The AI myth Western lawmakers get wrong | MIT Technology Review
While the US and the EU may differ on how to regulate tech, their lawmakers seem to agree on one thing: the West needs to ban AI-powered social scoring.
As they understand it, social scoring is a practice in which authoritarian governments—specifically China—rank people’s trustworthiness and punish them for undesirable behaviors, such as stealing or not paying back loans. Essentially, it’s seen as a dystopian superscore assigned to each citizen.
The EU is currently negotiating a new law called the AI Act, which will ban member states, and maybe even private companies, from implementing such a system.
The trouble is, it’s “essentially banning thin air,” says Vincent Brussee, an analyst at the Mercator Institute for China Studies, a German think tank.
Back in 2014, China announced a six-year plan to build a system rewarding actions that build trust in society and penalizing the opposite. Eight years on, it’s only just released a draft law that tries to codify past social credit pilots and guide future implementation.
There have been some contentious local experiments, such as one in the small city of Rongcheng in 2013, which gave every resident a starting personal credit score of 1,000 that can be increased or decreased by how their actions are judged. People are now able to opt out, and the local government has removed some controversial criteria.
But these have not gained wider traction elsewhere and do not apply to the entire Chinese population. There is no countrywide, all-seeing social credit system with algorithms that rank people.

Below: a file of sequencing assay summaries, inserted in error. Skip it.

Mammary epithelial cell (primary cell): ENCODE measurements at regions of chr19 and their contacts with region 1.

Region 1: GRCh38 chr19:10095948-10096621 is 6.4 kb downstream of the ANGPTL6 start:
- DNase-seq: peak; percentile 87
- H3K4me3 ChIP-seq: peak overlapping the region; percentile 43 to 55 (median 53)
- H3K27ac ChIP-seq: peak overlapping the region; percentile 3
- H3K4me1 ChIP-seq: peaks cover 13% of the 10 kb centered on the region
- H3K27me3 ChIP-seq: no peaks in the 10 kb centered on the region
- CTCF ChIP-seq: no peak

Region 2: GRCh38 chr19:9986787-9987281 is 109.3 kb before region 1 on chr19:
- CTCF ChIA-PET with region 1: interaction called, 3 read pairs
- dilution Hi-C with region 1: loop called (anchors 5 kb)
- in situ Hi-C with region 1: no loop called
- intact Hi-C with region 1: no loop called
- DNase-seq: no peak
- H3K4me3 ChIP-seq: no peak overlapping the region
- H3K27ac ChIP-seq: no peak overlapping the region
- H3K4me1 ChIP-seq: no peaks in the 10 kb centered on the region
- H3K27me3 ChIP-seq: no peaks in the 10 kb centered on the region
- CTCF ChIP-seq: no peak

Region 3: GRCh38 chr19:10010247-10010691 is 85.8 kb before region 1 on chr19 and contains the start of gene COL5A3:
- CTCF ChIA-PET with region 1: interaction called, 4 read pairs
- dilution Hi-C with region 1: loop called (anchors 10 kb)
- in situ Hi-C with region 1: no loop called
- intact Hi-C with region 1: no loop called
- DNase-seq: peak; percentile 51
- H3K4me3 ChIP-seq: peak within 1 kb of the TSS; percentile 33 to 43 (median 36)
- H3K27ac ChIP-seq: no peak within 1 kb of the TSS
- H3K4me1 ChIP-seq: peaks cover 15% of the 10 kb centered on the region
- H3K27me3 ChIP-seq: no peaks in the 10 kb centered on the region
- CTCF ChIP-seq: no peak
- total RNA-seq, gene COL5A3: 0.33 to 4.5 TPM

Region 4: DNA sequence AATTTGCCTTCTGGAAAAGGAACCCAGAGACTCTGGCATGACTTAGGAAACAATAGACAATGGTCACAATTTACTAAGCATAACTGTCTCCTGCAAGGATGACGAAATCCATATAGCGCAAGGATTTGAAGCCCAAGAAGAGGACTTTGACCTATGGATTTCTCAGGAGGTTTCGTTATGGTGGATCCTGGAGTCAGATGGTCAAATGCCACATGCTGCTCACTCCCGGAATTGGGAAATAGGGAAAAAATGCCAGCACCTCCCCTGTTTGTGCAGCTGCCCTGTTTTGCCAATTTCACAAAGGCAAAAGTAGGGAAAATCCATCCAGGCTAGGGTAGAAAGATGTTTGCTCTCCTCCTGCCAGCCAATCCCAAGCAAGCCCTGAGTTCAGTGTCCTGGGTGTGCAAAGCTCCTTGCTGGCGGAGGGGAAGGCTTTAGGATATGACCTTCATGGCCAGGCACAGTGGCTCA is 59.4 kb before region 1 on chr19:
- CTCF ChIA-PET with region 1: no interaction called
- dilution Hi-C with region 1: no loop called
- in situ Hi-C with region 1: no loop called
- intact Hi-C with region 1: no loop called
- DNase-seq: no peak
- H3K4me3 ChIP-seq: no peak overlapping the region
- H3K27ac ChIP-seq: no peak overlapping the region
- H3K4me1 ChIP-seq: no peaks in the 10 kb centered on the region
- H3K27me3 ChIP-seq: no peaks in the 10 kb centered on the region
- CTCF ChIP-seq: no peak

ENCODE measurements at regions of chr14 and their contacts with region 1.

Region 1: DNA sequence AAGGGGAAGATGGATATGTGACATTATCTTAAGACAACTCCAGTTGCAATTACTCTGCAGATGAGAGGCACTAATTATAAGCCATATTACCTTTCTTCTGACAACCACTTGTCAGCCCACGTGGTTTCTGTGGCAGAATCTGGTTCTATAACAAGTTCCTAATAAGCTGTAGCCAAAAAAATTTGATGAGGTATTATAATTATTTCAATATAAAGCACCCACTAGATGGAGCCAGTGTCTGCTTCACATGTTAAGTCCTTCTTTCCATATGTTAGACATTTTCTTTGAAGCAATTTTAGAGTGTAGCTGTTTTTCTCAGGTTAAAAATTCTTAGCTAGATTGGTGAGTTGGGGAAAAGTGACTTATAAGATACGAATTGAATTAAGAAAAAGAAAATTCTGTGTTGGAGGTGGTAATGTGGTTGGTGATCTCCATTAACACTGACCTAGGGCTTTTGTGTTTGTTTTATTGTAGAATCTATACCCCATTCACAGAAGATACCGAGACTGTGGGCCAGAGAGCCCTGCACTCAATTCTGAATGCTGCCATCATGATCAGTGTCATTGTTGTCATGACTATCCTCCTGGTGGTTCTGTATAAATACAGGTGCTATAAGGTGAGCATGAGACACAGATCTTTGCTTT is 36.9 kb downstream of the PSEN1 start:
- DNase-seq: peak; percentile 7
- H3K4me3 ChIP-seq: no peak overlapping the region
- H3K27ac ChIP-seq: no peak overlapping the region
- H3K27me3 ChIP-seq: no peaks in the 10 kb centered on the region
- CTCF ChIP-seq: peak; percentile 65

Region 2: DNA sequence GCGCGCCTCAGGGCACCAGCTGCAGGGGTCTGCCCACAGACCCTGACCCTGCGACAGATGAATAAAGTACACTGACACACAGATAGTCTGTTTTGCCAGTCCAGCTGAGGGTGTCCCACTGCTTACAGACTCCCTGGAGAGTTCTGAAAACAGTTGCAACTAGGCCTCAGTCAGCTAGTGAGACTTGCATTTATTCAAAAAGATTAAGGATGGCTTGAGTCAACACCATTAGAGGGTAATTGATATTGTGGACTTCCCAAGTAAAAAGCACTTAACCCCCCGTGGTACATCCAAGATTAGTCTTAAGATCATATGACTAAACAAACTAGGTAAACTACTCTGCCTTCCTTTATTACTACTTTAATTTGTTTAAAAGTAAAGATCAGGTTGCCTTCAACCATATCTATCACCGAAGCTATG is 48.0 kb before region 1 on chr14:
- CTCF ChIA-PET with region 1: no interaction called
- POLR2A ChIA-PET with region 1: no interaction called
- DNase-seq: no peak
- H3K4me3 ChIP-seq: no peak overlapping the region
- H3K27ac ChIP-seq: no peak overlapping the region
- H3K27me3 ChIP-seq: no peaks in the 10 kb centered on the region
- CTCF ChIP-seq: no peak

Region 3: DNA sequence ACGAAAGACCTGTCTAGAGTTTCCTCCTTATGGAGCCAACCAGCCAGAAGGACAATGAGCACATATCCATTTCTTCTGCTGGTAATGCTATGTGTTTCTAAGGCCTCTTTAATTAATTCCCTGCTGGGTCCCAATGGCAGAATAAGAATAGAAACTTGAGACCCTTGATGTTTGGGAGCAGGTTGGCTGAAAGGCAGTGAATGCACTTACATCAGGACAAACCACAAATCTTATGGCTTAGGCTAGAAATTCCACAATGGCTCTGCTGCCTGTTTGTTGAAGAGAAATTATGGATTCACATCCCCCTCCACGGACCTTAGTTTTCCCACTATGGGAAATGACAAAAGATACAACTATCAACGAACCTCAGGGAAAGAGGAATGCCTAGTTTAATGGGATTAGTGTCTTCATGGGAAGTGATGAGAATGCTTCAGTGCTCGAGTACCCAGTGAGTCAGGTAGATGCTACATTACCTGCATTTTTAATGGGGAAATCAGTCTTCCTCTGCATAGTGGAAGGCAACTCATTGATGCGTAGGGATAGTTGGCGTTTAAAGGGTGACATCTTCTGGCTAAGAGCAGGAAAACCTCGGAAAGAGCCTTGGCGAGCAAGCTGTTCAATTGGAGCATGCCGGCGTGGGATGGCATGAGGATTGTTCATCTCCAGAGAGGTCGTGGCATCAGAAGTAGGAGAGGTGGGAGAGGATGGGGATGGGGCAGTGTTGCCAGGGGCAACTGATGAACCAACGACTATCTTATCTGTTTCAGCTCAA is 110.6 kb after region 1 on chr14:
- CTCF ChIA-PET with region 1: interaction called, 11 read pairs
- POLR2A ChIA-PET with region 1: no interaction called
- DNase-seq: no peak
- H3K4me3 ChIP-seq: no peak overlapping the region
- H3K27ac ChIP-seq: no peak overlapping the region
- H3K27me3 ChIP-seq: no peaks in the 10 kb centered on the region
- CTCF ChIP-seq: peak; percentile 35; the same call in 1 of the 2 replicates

As my colleague Zeyi Yang explains, “the reality is, that terrifying system doesn’t exist, and the central government doesn’t seem to have much appetite to build it, either.”
What has been implemented is mostly pretty low-tech. It’s a “mix of attempts to regulate the financial credit industry, enable government agencies to share data with each other, and promote state-sanctioned moral values,” Zeyi writes.
Kendra Schaefer, a partner at Trivium China, a Beijing-based research consultancy, who compiled a report on the subject for the US government, couldn’t find a single case in which data collection in China led to automated sanctions without human intervention. The South China Morning Post found that in Rongcheng, human “information gatherers” would walk around town and write down people’s misbehavior using a pen and paper.
The myth originates from a pilot program called Sesame Credit, developed by Chinese tech company Alibaba. This was an attempt to assess people’s creditworthiness using customer data at a time when the majority of Chinese people didn’t have a credit card, says Brussee. The effort became conflated with the social credit system as a whole in what Brussee describes as a “game of Chinese whispers.” And the misunderstanding took on a life of its own.
The irony is that while US and European politicians depict this as a problem stemming from authoritarian regimes, systems that rank and penalize people are already in place in the West. Algorithms designed to automate decisions are being rolled out en masse and used to deny people housing, jobs, and basic services.
For example in Amsterdam, authorities have used an algorithm to rank young people from disadvantaged neighborhoods according to their likelihood of becoming a criminal. They claim the aim is to prevent crime and help offer better, more targeted support.
But in reality, human rights groups argue, it has increased stigmatization and discrimination. The young people who end up on this list face more stops from police, home visits from authorities, and more stringent supervision from school and social workers.
It’s easy to take a stand against a dystopian algorithm that doesn’t really exist. But as lawmakers in both the EU and the US strive to build a shared understanding of AI governance, they would do better to look closer to home. Americans do not even have a federal privacy law that would offer some basic protections against algorithmic decision making.
There is also a dire need for governments to conduct honest, thorough audits of the way authorities and companies use AI to make decisions about our lives. They might not like what they find—but that makes it all the more crucial for them to look.